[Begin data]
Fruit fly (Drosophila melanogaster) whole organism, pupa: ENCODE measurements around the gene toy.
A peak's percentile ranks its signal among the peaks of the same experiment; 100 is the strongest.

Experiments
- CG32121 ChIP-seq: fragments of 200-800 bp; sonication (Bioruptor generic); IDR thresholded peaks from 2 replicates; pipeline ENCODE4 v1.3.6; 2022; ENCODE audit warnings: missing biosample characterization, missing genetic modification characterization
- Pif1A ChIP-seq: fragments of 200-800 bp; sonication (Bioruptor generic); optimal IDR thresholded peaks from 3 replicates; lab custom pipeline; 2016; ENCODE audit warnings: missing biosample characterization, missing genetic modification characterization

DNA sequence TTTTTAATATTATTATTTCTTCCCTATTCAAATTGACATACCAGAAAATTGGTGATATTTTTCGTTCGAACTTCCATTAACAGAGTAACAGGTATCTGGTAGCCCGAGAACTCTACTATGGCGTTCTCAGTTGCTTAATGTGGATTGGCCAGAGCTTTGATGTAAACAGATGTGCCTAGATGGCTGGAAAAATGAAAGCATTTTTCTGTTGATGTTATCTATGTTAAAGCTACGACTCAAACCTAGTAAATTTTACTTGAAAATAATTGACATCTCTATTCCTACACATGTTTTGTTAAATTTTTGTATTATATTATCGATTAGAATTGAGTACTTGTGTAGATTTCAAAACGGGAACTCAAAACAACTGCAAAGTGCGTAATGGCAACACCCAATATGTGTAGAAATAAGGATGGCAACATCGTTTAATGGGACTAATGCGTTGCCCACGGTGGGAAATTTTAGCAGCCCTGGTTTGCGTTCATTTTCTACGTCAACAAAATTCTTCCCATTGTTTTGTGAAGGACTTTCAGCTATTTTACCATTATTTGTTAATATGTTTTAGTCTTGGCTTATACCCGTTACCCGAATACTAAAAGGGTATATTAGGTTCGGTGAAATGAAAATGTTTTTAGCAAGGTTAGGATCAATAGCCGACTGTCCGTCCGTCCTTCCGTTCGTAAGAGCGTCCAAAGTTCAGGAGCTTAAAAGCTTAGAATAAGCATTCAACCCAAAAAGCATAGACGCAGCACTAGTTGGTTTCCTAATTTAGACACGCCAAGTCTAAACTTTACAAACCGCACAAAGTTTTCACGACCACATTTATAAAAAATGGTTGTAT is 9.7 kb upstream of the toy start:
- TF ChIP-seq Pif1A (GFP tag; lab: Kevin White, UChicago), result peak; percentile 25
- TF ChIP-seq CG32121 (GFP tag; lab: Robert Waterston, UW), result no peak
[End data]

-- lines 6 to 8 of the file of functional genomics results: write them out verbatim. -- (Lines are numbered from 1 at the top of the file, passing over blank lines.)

DNA sequence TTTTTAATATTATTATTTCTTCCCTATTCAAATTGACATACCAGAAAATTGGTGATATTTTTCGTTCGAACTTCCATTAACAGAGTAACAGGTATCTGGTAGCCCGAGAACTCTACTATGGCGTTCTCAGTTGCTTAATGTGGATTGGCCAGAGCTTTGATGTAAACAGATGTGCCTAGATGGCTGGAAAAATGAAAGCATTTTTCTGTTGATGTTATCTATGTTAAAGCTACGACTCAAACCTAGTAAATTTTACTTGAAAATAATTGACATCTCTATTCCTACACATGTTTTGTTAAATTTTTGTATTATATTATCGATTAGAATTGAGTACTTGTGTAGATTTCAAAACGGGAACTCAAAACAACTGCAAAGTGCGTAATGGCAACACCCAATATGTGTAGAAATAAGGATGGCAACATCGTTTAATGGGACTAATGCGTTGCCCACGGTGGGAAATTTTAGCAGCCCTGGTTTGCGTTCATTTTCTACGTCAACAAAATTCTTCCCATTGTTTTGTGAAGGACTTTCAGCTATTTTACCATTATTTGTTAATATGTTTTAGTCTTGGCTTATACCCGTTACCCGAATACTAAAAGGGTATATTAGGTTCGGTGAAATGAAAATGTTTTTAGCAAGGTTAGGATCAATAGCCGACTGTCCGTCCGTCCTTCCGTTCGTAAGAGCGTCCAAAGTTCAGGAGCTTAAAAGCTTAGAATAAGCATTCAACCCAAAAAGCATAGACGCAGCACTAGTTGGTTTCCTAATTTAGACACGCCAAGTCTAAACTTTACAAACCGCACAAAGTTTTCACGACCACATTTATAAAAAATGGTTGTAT is 9.7 kb upstream of the toy start:
- TF ChIP-seq Pif1A (GFP tag; lab: Kevin White, UChicago), result peak; percentile 25
- TF ChIP-seq CG32121 (GFP tag; lab: Robert Waterston, UW), result no peak